A set of training materials for professionals working in intervention epidemiology, public health microbiology and infection control and hospital hygiene.
The theme of this year’s ESCAIDE is ‘data for action’, and possibly involves how we move from data to action. Action is a complicated word, but one could define it as a sequence of events being set in motion that will lead to a desired outcome. We as a community of public health experts are doing an overall excellent job when it comes to generating compelling and convincing scientific data, and presenting these results especially within our community of experts. More often, the action part is where we cut severely short. I am paraphrasing Marcia McNutt, a foremost geophysics’ expert and an editor of science who wrote the following “in these times it’s important that science becomes more than a body of facts.”
What responsibility do we have as a public health community? That responsibility must certainly be larger than generating expert opinions and reports? In times of crisis, advocacy should be a significant part of our curriculum as well, even if it is not the most popular theme from a political stance. But should that ever be an argument? As scientists, we let data speak, we reason by international law. However, reflecting on scientific data and international law one cannot conclude anything else than a massively failing towards large vulnerable group of fellow human beings.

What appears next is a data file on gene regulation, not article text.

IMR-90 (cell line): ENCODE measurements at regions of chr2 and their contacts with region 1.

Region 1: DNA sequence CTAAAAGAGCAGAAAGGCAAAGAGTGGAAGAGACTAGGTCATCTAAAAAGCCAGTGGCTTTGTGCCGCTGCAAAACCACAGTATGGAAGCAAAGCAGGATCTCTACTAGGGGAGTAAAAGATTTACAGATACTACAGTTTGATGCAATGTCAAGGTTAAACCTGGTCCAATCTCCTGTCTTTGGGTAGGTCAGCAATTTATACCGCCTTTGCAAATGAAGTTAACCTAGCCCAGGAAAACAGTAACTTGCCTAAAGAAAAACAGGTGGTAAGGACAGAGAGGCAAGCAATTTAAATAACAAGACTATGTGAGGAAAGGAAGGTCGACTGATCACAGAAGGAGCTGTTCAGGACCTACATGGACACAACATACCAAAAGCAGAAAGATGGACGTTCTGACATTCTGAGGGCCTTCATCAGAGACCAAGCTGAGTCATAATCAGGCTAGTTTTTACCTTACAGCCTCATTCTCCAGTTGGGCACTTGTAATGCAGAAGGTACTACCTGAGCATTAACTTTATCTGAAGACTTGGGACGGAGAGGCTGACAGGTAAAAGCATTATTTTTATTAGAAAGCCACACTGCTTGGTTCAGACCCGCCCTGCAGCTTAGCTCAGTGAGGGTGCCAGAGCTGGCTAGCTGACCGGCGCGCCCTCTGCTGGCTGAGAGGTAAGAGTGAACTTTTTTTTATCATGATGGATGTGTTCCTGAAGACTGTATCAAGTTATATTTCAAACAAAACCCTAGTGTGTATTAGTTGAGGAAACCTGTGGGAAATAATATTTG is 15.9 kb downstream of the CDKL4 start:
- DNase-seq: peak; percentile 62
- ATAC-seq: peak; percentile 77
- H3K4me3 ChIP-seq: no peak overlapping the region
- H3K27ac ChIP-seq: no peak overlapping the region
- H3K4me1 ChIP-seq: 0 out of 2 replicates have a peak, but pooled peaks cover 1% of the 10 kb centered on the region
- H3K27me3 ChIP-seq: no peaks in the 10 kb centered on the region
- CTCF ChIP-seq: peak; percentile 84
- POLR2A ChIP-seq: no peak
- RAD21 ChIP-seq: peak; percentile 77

Some of us might believe that this is not strictly our domain, it’s the domain of politicians, but ask yourself the question, what is a politician? Is it not someone who represents, someone who advocates for groups of people?
Some say our responsibility might end with producing data and writing reports, but does it? If data sketches a dark scenario before us, don’t we have an inherent ethical and moral responsibility to act more strongly, to enter the political domain? To protect and speak in favour of the most vulnerable?
So I am addressing you, a diverse public health community, expecting answers, because if we don’t have them, who does? Are we doing enough? I would answer that question with a steady no. But if you feel the answer is yes, then it might be time to redefine our role. Do we feel we should do more? And if so why is this not happening? I want to bring us back to our fundamental responsibility; To protect and promote health, and to prevent disease and injury, especially of those populations in turmoil, the ones most vulnerable. And I invite you to share your view, to discuss how we collectively can make a stance and move forward.
Amrish (EUPHEM fellow C2015)